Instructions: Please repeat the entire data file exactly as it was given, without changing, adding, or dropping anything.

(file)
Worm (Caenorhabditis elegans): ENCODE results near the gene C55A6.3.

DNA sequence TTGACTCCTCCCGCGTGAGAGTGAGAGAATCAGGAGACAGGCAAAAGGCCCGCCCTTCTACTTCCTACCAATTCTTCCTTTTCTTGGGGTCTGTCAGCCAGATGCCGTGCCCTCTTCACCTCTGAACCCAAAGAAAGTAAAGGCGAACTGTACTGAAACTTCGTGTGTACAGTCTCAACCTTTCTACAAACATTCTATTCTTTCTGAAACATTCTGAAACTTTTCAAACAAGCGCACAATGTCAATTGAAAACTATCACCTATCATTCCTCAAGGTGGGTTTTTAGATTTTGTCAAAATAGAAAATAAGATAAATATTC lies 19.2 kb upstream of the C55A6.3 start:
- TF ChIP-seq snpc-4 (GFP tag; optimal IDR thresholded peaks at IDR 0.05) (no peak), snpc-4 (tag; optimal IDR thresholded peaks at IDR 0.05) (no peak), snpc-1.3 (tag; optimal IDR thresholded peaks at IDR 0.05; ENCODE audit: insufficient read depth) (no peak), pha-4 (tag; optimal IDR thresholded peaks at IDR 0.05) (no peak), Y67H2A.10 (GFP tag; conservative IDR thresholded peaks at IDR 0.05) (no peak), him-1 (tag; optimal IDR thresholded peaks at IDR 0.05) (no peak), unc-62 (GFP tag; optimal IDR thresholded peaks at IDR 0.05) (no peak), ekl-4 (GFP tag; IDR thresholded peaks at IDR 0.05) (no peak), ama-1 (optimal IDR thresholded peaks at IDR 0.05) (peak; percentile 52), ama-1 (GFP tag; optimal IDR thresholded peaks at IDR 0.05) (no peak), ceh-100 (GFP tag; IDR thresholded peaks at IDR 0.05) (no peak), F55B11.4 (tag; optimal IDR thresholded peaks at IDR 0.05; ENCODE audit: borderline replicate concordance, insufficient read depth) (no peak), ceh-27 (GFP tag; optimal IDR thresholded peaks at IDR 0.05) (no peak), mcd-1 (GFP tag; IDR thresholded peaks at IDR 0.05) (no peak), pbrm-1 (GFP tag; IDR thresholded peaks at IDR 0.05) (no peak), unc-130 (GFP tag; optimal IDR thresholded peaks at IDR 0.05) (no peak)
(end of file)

Worm (Caenorhabditis elegans): ENCODE results near the gene C55A6.3.

DNA sequence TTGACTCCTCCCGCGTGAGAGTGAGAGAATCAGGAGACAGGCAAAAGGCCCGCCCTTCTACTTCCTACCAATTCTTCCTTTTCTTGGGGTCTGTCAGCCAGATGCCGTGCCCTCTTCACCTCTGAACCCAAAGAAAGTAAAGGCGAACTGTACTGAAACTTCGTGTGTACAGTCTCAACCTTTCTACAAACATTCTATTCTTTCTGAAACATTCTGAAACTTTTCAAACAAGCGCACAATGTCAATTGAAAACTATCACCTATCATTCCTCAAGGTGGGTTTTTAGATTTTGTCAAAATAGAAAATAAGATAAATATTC lies 19.2 kb upstream of the C55A6.3 start:
- TF ChIP-seq snpc-4 (GFP tag; optimal IDR thresholded peaks at IDR 0.05) (no peak), snpc-4 (tag; optimal IDR thresholded peaks at IDR 0.05) (no peak), snpc-1.3 (tag; optimal IDR thresholded peaks at IDR 0.05; ENCODE audit: insufficient read depth) (no peak), pha-4 (tag; optimal IDR thresholded peaks at IDR 0.05) (no peak), Y67H2A.10 (GFP tag; conservative IDR thresholded peaks at IDR 0.05) (no peak), him-1 (tag; optimal IDR thresholded peaks at IDR 0.05) (no peak), unc-62 (GFP tag; optimal IDR thresholded peaks at IDR 0.05) (no peak), ekl-4 (GFP tag; IDR thresholded peaks at IDR 0.05) (no peak), ama-1 (optimal IDR thresholded peaks at IDR 0.05) (peak; percentile 52), ama-1 (GFP tag; optimal IDR thresholded peaks at IDR 0.05) (no peak), ceh-100 (GFP tag; IDR thresholded peaks at IDR 0.05) (no peak), F55B11.4 (tag; optimal IDR thresholded peaks at IDR 0.05; ENCODE audit: borderline replicate concordance, insufficient read depth) (no peak), ceh-27 (GFP tag; optimal IDR thresholded peaks at IDR 0.05) (no peak), mcd-1 (GFP tag; IDR thresholded peaks at IDR 0.05) (no peak), pbrm-1 (GFP tag; IDR thresholded peaks at IDR 0.05) (no peak), unc-130 (GFP tag; optimal IDR thresholded peaks at IDR 0.05) (no peak)